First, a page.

It is never the government’s job to enforce punishment for sin; only God can deal out true, complete justice for sin. However, it IS to protect against sin that specifically can harm others, and it is to do its best to discourage sin that can harm one’s self. This is why we’ve had laws against the possession and use of recreational drugs alongside laws against the murder of a human being: because both are designed for our protection, not just to enforce an arbitrary code of morality. See Paul’s attitude concerning the government, especially in the book of Acts, and you’ll see that he not only recognizes the government’s role as a protector, he leverages it fully. We’re talking about Rome, as worldly a government as you’re likely to find; and yet God used it to maintain order in that culture.

        Any given judgment is made on some moral standard. The standard of any government will be based on the world’s moral standard, I.E. sinful and flawed, but God has restrained this worldly influence to some degree in many countries to allow there to be some semblance of the optimal government, one that follows in line with the morality defined in Scripture.

        Make no mistake: as governments drift further away from God’s intended plan, they will cease to fulfill that protective role. That does not mean our attitude should change. Much like a child is to be obedient to their parents in all things, and much like a wife is to submit to her husband in all things: unless your actions would entail sin, you are to obey your government. Scripture is crystal-clear on this.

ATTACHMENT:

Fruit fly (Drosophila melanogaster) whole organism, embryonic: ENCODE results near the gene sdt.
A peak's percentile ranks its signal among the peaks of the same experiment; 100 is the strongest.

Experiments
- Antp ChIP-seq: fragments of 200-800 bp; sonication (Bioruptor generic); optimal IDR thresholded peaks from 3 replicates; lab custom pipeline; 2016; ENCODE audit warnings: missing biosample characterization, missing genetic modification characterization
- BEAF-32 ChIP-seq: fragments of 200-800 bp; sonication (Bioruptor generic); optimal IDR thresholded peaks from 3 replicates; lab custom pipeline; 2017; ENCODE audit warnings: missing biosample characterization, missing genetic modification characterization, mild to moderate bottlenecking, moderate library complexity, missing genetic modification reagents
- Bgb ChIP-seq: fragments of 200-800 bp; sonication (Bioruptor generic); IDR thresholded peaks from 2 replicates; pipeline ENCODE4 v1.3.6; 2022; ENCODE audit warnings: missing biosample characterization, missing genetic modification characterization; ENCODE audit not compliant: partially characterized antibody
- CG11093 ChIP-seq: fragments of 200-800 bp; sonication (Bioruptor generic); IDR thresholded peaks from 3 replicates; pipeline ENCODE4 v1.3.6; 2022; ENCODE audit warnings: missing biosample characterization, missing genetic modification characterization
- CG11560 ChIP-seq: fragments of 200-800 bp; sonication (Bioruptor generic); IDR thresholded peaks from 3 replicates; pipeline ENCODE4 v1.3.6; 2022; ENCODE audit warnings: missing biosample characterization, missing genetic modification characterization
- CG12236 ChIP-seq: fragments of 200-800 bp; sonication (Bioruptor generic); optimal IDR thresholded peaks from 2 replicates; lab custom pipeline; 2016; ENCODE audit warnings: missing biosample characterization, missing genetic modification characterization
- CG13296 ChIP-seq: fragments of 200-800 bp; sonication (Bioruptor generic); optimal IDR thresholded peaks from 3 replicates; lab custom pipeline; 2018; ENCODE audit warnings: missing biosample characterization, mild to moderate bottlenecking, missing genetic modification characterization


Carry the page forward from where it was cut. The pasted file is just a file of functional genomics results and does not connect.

• libertyblogger101 says:

      I can’t believe I didn’t notice this post. For what its worth, I’m “young” to. 19 to be exact. I am also a Christian libertarian, an anarcho-capitalist actually. I’m not sure whether that’s what you mean by “anarchist” or not. I do not oppose government per say, but I oppose the State period, and I believe it to be an unbiblical institution. I’d defend this position using Deuteronomy 17:14-20 and 1 Samuel 8. Although John Robbins was a minarchist, I believe if he were consistent with this article of his that he ultimately could not have avoided the voluntarist/anarcho-capitalist logical conclusions of applying the ten commandments to government (ie. when the government taxes they are violating commandment 8, and so forth.)